The title tune from the album is just short of fourteen minutes and the time length is not even noticable as this is taken to heights that are simply mesmerising. McCoy Tyner on piano begins the intro and the band with John Coltrane join putting down the theme as well a small solo from him which then McCoy Tyner uses to launch into one gorgeous solo with his approach which goes for over four minutes and always one can hear the theme within. John's turn and this is where within the composition some of the most amazing soprano sax was ever recorded. He stretches those notes like gum and the notes within notes could be the best description of the loops and swirls within the solo but always on the tune. The ending to the tune is simply breath taking and you do not want it to finish and John seems to oblige by keeping things going. Soprano saxophone is played again with next one "Everytime We Say Goodbye" which seems to be more restrained than the title as it is a quite piece with John opening proceedings and one can hear feel of the title within. McCoy Tyner follows on with some beautiful touch. He music always has that joyous feel with how he plays." Summertime" from Porgy and Bess is one of those tunes that nearly every genre of music done but not like this. John Coltrane is back on tenor and he captures the tune and wrings it out could be a great description for his approach. All the band get to have a crack with solos in this one. The album finishes up with " But Not For me" and is the most straight forward played tune but is anything really straight forward as John gives another of those solo's on tenor with his approach.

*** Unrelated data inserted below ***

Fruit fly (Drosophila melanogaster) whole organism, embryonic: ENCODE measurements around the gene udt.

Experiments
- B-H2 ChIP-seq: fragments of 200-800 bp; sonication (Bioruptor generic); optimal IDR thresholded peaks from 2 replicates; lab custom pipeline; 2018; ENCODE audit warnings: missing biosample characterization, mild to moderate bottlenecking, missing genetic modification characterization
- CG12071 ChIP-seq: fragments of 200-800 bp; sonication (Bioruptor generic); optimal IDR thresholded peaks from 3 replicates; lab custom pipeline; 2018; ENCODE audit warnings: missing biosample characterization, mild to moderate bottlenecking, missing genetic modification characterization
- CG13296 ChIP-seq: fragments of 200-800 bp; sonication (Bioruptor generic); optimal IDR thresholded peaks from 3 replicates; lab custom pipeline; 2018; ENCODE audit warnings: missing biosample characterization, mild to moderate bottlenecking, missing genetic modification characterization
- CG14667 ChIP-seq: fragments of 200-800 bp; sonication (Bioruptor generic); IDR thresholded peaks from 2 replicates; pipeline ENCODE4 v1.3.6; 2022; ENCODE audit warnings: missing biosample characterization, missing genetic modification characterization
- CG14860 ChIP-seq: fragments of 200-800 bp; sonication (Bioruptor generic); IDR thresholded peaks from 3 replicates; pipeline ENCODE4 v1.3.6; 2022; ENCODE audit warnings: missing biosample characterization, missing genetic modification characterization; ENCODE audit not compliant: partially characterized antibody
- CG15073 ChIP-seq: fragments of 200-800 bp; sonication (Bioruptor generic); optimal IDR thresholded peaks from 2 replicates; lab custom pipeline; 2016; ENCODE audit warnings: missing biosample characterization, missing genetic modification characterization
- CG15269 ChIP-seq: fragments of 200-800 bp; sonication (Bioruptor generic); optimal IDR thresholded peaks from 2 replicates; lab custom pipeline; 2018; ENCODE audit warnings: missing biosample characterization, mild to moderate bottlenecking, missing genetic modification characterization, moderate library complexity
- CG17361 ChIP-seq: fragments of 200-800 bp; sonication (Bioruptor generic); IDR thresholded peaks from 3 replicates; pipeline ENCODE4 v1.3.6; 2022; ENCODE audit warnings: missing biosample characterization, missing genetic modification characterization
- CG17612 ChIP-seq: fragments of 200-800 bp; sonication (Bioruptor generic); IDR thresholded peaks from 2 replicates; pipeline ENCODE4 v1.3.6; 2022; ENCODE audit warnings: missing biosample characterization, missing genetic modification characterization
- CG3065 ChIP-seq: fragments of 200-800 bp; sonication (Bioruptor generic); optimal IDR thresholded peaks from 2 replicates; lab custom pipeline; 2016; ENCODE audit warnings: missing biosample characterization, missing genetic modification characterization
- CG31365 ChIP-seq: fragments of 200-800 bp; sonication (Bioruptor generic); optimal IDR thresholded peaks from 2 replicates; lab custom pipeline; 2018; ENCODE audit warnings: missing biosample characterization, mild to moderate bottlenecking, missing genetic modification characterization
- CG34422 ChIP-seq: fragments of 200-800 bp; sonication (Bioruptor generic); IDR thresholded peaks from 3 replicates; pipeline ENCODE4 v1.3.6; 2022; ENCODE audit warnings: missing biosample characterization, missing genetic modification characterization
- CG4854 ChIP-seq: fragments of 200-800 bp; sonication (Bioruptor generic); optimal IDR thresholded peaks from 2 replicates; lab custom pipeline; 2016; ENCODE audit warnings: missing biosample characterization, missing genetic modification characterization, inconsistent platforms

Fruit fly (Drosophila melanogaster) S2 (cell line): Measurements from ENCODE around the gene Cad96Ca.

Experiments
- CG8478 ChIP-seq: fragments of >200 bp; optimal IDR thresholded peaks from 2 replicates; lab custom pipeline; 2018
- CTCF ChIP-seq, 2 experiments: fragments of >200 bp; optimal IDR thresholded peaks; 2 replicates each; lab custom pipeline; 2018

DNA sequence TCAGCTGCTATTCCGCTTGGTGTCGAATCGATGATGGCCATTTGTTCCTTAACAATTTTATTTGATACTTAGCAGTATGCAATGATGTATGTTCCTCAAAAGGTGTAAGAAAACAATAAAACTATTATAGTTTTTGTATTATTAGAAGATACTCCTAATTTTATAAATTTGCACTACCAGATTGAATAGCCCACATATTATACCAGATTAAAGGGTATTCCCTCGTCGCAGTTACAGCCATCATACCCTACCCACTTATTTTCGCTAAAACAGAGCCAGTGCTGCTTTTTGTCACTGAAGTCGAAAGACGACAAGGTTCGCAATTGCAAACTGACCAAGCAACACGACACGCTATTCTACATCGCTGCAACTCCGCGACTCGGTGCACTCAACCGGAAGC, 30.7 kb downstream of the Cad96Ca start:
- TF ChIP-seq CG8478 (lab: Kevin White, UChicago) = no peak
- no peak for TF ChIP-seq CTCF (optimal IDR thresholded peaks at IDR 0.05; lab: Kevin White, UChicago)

The songs that were chosen are all from theatre productions ( Musicals) and taken to heights that could only have been done by John Coltrane with the assistance of one of the best pianists and drummers in Jazz history. Steve Davis on Bass is no slouch either. Masterpiece in Jazz most definitely and one that is right up the top of the ladder. The only issue with the album I have is,"They could have done better with the cover".

Members reviews

Sean Trane
If Coltrane’s previous Atlantic label albums (Giant Steps and Coltrane Jazz) still had an old style of jazz, MFT is definitely taking a GIANT LEAP here, and his future forays in modal jazz improvisations take roots in the present opus’ two lengthy tracks. By this time, Coltrane had found an intuitive drummer in Elvin Jones, ones that would play more with him than with the drummer, and even more special, he had just found THE pianist that would help develop the transcendental moods he needed for Coltrane to become Trane. Indeed, a considerable part of Trane’s ascensional departure is to be attributed to McCoy Tyner’s outstanding and groundbreaking piano work, not least because of his unusually gifted left hand use.